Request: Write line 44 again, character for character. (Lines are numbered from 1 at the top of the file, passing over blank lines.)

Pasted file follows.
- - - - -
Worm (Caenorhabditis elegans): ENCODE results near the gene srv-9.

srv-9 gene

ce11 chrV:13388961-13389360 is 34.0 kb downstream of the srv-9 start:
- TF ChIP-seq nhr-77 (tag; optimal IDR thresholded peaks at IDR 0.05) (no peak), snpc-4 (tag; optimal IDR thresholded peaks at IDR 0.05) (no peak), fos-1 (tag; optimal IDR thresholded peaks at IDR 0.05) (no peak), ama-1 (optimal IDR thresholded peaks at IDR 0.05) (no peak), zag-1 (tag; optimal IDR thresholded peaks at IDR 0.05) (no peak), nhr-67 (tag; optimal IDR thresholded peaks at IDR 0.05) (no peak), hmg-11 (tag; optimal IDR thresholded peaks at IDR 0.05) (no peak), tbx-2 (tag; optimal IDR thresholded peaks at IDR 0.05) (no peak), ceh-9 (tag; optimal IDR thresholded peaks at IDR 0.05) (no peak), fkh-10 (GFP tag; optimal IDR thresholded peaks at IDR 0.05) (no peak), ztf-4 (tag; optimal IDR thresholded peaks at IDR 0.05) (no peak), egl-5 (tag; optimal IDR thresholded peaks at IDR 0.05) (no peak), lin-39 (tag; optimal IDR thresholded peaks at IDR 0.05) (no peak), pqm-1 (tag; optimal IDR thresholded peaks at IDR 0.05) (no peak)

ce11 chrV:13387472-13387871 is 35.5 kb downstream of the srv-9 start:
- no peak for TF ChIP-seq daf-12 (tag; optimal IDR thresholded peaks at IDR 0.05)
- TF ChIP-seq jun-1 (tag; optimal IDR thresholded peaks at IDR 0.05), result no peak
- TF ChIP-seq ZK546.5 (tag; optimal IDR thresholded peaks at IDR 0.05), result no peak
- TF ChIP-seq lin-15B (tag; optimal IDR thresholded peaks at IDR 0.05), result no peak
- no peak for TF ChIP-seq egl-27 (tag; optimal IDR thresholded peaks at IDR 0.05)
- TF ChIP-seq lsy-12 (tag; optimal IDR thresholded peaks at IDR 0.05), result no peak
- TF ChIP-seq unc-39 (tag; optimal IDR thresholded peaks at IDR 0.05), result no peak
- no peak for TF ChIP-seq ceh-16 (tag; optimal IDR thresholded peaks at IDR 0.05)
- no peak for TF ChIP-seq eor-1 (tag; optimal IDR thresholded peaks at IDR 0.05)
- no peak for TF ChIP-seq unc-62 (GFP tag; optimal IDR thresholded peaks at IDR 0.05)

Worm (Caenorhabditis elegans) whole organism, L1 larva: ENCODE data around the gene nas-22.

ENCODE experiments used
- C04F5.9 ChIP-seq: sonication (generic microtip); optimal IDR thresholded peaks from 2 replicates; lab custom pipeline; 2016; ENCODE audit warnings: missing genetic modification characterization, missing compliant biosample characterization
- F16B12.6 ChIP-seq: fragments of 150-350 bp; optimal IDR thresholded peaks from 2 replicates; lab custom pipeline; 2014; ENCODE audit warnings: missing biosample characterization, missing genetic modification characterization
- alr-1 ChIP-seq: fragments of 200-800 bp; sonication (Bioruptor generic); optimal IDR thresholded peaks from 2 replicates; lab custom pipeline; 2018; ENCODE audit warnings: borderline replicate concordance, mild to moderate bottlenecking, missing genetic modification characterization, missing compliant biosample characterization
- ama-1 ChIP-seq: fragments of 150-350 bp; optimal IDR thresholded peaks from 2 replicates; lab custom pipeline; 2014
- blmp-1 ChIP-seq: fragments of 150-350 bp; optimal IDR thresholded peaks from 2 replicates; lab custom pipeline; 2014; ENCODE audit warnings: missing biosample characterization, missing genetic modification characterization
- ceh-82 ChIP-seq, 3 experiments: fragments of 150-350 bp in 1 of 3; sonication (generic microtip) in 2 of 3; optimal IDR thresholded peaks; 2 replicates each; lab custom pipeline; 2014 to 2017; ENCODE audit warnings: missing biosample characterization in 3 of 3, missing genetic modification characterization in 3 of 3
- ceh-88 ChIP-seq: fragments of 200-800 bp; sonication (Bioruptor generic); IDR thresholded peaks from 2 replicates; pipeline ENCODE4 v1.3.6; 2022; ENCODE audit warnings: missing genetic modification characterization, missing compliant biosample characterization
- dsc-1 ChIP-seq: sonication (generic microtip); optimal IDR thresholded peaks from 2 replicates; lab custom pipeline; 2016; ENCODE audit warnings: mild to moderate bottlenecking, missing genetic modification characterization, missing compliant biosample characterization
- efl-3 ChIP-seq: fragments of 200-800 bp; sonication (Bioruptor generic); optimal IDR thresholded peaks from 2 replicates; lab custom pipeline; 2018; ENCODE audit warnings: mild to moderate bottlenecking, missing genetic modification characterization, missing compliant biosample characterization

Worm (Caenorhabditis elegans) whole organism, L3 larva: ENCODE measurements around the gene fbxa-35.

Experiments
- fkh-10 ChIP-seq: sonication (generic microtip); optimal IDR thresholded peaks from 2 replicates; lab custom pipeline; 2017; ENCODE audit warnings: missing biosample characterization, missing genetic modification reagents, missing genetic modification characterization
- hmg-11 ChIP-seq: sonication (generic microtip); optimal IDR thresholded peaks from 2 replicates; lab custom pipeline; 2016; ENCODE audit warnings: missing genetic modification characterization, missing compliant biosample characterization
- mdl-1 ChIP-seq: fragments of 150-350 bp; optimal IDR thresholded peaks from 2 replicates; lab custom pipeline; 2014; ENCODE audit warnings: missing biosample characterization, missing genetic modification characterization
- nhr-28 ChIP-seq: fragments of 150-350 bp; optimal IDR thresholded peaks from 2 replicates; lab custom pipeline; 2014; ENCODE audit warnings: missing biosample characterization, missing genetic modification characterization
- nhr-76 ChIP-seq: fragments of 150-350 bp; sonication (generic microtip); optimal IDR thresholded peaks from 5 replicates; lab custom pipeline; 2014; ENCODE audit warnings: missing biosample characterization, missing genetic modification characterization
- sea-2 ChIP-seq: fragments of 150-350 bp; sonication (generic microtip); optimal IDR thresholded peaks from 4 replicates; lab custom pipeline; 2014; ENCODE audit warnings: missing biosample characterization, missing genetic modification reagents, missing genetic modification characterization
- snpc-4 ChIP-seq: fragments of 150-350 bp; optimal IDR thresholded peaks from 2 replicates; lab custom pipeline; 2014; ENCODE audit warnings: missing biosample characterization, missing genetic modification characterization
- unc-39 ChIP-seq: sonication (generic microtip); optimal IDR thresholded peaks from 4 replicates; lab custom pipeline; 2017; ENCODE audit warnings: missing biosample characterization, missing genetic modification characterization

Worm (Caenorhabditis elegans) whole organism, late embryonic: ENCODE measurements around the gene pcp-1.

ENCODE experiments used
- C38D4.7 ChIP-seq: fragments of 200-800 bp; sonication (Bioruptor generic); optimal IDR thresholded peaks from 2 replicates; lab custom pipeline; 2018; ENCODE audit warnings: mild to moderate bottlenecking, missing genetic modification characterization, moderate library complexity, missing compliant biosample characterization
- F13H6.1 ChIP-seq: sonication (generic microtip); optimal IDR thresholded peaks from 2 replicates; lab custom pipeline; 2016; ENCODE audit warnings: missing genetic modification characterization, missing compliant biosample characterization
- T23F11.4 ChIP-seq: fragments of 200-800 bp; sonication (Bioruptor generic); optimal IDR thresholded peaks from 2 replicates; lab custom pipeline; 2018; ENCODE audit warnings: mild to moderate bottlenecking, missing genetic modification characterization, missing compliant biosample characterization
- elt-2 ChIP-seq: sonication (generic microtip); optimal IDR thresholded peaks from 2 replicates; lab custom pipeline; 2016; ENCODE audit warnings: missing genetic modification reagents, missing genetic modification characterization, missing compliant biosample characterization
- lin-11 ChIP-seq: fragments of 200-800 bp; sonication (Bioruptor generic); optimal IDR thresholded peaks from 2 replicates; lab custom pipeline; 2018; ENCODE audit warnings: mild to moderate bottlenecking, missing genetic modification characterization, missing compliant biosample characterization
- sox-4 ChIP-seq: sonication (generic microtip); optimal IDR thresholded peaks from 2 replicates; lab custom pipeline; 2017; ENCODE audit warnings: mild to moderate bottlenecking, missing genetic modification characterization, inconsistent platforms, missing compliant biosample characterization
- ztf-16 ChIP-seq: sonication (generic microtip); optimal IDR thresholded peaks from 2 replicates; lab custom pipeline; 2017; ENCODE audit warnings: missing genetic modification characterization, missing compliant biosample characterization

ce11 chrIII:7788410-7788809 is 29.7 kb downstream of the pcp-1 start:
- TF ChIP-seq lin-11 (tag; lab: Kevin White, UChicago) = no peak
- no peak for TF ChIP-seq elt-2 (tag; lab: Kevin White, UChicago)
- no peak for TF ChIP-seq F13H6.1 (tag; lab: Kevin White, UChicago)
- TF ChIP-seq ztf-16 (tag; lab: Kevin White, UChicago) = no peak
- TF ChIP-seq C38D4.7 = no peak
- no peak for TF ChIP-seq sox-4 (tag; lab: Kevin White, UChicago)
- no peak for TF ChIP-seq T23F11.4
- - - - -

- sox-4 ChIP-seq: sonication (generic microtip); optimal IDR thresholded peaks from 2 replicates; lab custom pipeline; 2017; ENCODE audit warnings: mild to moderate bottlenecking, missing genetic modification characterization, inconsistent platforms, missing compliant biosample characterization